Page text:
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Gagarino Venuses

Prehistoric venus sculptures
Lipesk, Russia: 20,000 BC

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Top half of Venus of Gagarino No 4, a Gravettian female effigy, possibly a fertility symbol
Venus No. 4 of Gagarino. Female ivory figurine from Gagarino, near the village of Gagarino in Lipetsk Oblast, Russia. Image by Andreas Franzkowiak. (CC BY-SA 3.0)

Venuses of Gagarino

The venus figurines of Gagarino are a group of eight Stone Age carvings which were discovered near the village of Gagarino in Lipetsk Oblast, Russia.

They are part of the Kostenki-Avdeevo culture from the Kursk-Voronezh-Lipetsk triangle, in central Russia, exemplified by the "Venuses of Kostenki", the "Avdeevo Venuses" and the "Zaraysk Venus".

Similar examples of Russian sculpture, include the "Mal'ta Venuses" and "Buret Venuses" (both 20,000 BC) from near Lake Baikal in Irkutsk Oblast, and the "Venus of Eliseevichi" (13,000 BC) from the Briansk region.

In addition, items of prehistoric sculpture have been recovered from numerous other archaeological sites in southern Russia and the Ukraine, including:

Amvrossievka, Apiantcha, Avdeevo, Brynzeny, Dobranitchevka, Dubovaya Balka, Eliseevichi, Gagarino, Gontzy, Kaïstrovaya Balka, Khoylevo, Kievo-Kirillovskaya, Klimaoutzy, Klinetz, Kosseoutzy, Kostenki-Borshevo, Lipa, Lissitchniki, Mal'ta, Mejiritch, Mezin, Novgorod-Severskyi, Ossokorovka, Puchkari, Rogalik, Staryé Duruitory, Sungir, Suponevo, Timonovka, Uvarov, Yudinovo, and Zaraysk, to name but a few.

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What are Venus Figurines?

The term describes a broad category of mobiliary art which proliferated across Europe during the Gravettian culture (30,000-20,000 BC).

Believed to be fertility symbols, these statuettes follow a relatively standard format.

They depict females - mostly of child-bearing age - with excessive obesity in their belly, buttocks and thighs.

In general, the main focus of attention is on the woman's female characteristics, notably her breasts and vulva, with little attention paid to head, hands or feet.

Not all venuses share these characteristics, but most do.

Russian venus figurines tend to be less obese, less "sexual", and slightly older than their western counterparts, although many look the same.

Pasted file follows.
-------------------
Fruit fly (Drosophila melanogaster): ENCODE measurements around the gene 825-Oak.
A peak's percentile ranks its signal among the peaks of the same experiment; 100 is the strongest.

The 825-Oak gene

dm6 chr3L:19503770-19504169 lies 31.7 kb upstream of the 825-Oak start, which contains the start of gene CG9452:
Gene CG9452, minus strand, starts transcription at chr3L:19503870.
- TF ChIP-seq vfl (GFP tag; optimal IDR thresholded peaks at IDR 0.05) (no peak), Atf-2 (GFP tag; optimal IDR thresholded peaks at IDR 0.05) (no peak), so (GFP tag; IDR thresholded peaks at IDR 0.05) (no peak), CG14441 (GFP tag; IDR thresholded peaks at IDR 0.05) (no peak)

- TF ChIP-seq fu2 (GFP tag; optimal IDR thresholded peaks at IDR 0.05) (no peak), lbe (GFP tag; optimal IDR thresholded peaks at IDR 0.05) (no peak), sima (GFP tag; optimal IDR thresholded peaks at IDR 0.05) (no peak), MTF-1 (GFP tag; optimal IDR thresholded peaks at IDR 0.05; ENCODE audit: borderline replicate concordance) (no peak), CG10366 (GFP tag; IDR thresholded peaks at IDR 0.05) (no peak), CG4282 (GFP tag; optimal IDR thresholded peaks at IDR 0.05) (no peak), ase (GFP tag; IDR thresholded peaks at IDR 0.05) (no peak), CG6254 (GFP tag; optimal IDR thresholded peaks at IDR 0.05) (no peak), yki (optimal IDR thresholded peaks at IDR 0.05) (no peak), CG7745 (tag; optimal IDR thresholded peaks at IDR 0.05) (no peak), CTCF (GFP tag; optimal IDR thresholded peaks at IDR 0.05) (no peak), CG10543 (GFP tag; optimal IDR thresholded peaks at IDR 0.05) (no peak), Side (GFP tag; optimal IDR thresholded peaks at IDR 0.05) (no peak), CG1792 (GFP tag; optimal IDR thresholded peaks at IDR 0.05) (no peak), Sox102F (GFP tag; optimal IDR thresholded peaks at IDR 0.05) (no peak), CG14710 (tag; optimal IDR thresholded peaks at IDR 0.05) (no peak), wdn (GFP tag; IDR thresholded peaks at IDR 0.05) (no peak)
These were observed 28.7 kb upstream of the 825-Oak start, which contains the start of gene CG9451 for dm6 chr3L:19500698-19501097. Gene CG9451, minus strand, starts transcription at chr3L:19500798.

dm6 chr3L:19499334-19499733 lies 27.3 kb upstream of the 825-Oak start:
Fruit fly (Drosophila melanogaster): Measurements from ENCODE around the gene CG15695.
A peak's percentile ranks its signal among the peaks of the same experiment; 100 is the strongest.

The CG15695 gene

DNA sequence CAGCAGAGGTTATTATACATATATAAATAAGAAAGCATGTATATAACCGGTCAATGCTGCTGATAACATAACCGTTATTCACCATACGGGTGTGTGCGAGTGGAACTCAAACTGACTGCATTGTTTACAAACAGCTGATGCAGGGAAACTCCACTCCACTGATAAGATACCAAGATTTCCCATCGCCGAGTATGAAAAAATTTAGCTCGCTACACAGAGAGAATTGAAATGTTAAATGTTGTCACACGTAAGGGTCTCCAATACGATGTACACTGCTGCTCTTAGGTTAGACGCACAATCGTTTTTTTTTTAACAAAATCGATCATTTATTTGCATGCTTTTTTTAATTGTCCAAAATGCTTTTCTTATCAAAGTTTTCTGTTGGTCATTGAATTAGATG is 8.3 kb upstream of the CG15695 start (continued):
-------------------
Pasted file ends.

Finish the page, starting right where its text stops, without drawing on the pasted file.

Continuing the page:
The Gagarino venus catalogued by Zoia Abramova as "Figurine No. 1", for instance, shares several characteristics with Western European figurines such as the Venus of Moravany (Slovakia) and the Venus of Willendorf (Austria).

On the other hand, several other Gagarino venuses are taller and slimmer.

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Location

Gagarino sits on the edge of a ravine on the right bank of the Don River some 5 km upstream of its junction with its Sosna tributary. The site is roughly 200 km north of the famous prehistoric sites at Kostenki.

It is one of the larger Paleolithic shelters in the region, and was regularly occupied by Stone Age hunter-gatherers during the "Willendorf-Kostenki" culture.

Discovery

The eight mammoth ivory figurines of Gagarino were discovered in a typical semi-subterranean "house pit", dug into the earth for insulation against the cold.

The oval structure was roughly 5.5 metres long and 4.5 metres wide, with floor deposits of 40-60 cm. The site was first excavated by Zamiatinine in 1926-29, and regularly thereafter.

In addition to the prehistoric art, a host of artifacts were recovered from this one "house pit". They included: 600 flint tools, more than 1,000 blades, and a very large quantity of cores and flakes.

The site was dated to between 22,000-20,000 BC.

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Gagarino Venuses: Description

Here are the five best-known venus figurines of Gagarino.

Dating

All the Gagarino figurines have been indirectly carbon-dated to roughly 20,000 BC. Some slightly older dates have been recorded, but not enough to indicate greater antiquity for the figurines.

Western European Venuses

The most famous venus figurines from Western Europe not mentioned above, include:

References

(1) "Les statuettes féminines de Gagarino." L. Tarassov. 1995: ERAUL, 74. p. 239-247: ISSN 0773-2173.
(2) "L'Art paléolithique d'Europe orientale et de Sibérie." Z. Abramova. 1995: Grenoble: Jérôme Millon.
(3) "The History of Central Asia: The Age of the Steppe Warriors." Christoph Baumer (11 December 2012). I.B.Tauris. pp. 34–5. ISBN 978-1-78076-060-5.

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